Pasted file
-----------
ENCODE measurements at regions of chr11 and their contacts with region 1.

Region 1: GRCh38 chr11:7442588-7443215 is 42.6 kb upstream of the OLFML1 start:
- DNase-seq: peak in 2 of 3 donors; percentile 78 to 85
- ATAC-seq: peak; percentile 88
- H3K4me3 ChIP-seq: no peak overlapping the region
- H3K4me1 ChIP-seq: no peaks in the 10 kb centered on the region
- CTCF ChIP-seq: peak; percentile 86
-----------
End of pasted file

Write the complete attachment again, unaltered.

ENCODE measurements at regions of chr11 and their contacts with region 1.

Region 1: GRCh38 chr11:7442588-7443215 is 42.6 kb upstream of the OLFML1 start:
- DNase-seq: peak in 2 of 3 donors; percentile 78 to 85
- ATAC-seq: peak; percentile 88
- H3K4me3 ChIP-seq: no peak overlapping the region
- H3K4me1 ChIP-seq: no peaks in the 10 kb centered on the region
- CTCF ChIP-seq: peak; percentile 86